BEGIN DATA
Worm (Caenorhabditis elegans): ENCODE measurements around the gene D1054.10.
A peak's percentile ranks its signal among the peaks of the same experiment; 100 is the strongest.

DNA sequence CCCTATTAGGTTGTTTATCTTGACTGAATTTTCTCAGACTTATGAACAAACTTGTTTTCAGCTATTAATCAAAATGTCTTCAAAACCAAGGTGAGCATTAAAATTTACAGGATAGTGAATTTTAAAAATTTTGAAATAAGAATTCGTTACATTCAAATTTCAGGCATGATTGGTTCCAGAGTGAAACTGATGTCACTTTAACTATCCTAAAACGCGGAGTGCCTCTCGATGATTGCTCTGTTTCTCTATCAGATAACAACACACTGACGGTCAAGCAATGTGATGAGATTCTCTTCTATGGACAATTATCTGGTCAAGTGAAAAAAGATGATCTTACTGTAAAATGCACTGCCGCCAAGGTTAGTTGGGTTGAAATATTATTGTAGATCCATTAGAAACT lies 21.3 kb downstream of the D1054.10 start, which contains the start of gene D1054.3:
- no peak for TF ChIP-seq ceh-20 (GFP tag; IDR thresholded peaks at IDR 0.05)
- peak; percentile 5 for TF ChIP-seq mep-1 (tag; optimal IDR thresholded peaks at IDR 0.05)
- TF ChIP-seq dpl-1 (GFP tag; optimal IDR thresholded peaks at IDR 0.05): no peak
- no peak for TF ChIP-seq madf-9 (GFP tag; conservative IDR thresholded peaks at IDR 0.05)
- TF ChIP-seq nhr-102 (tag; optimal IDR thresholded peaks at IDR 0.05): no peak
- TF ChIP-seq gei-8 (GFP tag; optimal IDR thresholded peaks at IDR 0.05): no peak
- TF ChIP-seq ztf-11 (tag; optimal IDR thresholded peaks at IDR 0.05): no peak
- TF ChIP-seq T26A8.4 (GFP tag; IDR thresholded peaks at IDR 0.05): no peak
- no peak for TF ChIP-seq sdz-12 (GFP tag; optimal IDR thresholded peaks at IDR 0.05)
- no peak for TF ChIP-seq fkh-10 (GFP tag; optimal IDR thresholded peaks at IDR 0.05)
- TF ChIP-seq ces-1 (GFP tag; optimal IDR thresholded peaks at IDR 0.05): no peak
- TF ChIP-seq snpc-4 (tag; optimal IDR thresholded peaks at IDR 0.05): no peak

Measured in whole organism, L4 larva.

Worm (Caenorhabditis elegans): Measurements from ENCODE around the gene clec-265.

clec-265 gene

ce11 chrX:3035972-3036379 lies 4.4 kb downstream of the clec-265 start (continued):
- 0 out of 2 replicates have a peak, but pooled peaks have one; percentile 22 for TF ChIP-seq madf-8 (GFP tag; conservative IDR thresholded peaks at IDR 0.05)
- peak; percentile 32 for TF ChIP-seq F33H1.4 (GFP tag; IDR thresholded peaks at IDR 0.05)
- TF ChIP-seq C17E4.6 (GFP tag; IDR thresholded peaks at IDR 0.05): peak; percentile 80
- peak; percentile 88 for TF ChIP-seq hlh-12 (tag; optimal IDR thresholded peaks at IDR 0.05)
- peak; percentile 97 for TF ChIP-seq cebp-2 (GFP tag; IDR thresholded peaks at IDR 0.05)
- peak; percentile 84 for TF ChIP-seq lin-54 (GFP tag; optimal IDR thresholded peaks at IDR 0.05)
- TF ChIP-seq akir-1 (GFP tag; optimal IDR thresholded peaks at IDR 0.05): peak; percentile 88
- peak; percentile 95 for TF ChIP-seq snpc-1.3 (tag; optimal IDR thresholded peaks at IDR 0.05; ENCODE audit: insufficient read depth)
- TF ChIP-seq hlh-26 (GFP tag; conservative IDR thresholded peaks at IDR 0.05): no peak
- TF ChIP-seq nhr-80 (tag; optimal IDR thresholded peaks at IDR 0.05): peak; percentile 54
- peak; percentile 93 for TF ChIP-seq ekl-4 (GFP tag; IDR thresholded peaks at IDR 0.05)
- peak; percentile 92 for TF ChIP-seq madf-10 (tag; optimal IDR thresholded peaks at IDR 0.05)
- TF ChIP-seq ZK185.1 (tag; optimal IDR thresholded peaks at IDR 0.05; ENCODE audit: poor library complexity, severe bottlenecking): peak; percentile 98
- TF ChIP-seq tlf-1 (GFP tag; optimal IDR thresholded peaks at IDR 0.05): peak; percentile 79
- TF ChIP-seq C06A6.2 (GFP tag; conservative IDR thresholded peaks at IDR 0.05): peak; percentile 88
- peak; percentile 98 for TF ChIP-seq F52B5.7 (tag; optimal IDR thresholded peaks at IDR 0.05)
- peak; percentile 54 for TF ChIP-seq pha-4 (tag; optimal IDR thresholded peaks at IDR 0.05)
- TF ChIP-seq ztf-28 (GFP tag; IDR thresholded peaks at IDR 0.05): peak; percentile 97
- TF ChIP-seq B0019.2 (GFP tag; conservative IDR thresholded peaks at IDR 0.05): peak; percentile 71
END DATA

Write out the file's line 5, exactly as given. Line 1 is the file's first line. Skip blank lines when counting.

- peak; percentile 5 for TF ChIP-seq mep-1 (tag; optimal IDR thresholded peaks at IDR 0.05)